Category Archives: theological

raise up a child to grieve

On Facebook today, one of my acquaintances—a former friend from my churched days of yore—posted a status about her son, who is a very young teenager. She commented how she was proud of him becoming his own man, not bending to popular opinion.

She wrote that he was “pretty upset” by schoolyard conversations, and he asked her why Democrats “wanted to keep trying to legalize things that are forbidden in the Bible.” She was proud of him for being deeply upset, a “man after God’s heart,” and commented how he was mostly conflicted because these Democrats whom he had met on Capitol Hill were so nice, so caring—how his own family’s friends were Democrats who endorsed these abominable things, and how he was deeply grieved that they were so sincere about their political positions. He’s very sad.

And he’s “made a correlation” between those kids at school who swear, misbehave, and hold agnostic/atheistic beliefs and support for Obama.

She’s terribly proud of him for being so terribly upset.

And I’m terribly ashamed for her.

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I received an email from a very close friend “Little Shoes” (LS) today, which read, in part, as follows:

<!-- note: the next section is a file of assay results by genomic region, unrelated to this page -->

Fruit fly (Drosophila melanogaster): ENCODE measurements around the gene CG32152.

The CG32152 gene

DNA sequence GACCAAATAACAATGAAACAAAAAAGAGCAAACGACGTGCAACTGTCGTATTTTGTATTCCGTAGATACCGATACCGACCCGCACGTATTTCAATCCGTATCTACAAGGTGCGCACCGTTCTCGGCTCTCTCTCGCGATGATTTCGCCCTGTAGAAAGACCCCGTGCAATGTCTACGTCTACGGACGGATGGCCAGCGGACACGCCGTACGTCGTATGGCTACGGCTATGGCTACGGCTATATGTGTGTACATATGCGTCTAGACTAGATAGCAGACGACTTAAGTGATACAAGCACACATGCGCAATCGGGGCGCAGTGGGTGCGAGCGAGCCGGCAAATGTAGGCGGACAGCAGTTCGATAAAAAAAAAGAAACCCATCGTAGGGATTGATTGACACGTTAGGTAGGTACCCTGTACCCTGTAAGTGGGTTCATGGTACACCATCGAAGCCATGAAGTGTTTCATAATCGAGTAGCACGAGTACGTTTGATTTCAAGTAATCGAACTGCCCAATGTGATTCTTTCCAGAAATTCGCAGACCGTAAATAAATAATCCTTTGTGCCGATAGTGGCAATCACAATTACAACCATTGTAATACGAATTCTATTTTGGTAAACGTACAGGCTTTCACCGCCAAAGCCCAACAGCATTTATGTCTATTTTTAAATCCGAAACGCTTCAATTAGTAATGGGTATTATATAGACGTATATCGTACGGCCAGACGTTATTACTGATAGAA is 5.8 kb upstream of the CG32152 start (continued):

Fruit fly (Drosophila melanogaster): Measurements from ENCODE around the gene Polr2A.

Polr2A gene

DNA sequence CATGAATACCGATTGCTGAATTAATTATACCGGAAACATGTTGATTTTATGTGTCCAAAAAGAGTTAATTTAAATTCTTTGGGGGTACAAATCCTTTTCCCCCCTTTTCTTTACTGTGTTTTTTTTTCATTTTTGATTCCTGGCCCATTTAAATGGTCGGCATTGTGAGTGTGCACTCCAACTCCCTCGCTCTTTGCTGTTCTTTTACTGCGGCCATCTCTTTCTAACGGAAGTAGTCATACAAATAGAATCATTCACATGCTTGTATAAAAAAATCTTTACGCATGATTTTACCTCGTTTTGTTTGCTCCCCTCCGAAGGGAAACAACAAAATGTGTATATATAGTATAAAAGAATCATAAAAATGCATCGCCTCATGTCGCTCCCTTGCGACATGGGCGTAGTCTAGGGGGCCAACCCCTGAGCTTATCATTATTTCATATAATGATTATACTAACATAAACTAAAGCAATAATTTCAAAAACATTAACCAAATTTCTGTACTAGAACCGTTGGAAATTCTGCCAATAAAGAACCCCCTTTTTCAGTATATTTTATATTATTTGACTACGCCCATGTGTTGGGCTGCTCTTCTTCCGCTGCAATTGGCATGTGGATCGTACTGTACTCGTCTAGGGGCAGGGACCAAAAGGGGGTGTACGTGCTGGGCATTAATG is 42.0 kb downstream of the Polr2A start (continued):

I … would really love love love to discuss with you in some fashion what you’ve come to as to spiritual ‘doctrines’. I know you’ve said it’s been a journey, and that it’s a bit of a departure from the Calvary teachings [e.g., those of the church LS currently attends and I attended for 16 years]. I don’t personally consider that a bad thing at all — we’ve really done quite a bit of journeying ourselves too … starting … shortly after we were married. It really made me aware there was much about the history of the Church that I was unfamiliar with. So, when you’ve mentioned possibly going into the ministry, I’ve really wanted to hear more about what your beliefs are at this point. I know you’ve mentioned it, but I can’t remember the specific denomination that you’re a member of … but since I don’t consider deominations to be the full definition of a person’s beliefs, I would love to hear more from you.

Unsurprisingly, my reply was so long-winded that Facebook (the venue wherein LS sent the email) didn’t allow it. I had to break it up into thirds. Here, somewhat edited, are the second and third parts of my reply to my friend. 

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in which the character of the (anti-)hero is measured and found wanting

Put downs are so popular. It was cool to have a witty jab back in the 70s, in the 80s, in the 90s. But the counterculture was still counter culture, not mainstream. What has become of us? The issue has been nagging me a lot, lately, especially as I’m inheriting two teenagers who both revel in fast tongues and rapier wit. Don’t get me wrong. I’ve got a quick wit. I’m good at the come back. Wittiness will get you everywhere with me. Check out my favorite quotations on Facebook. But demeaning, belittling, denigrating, cruelty—these are unconscionable.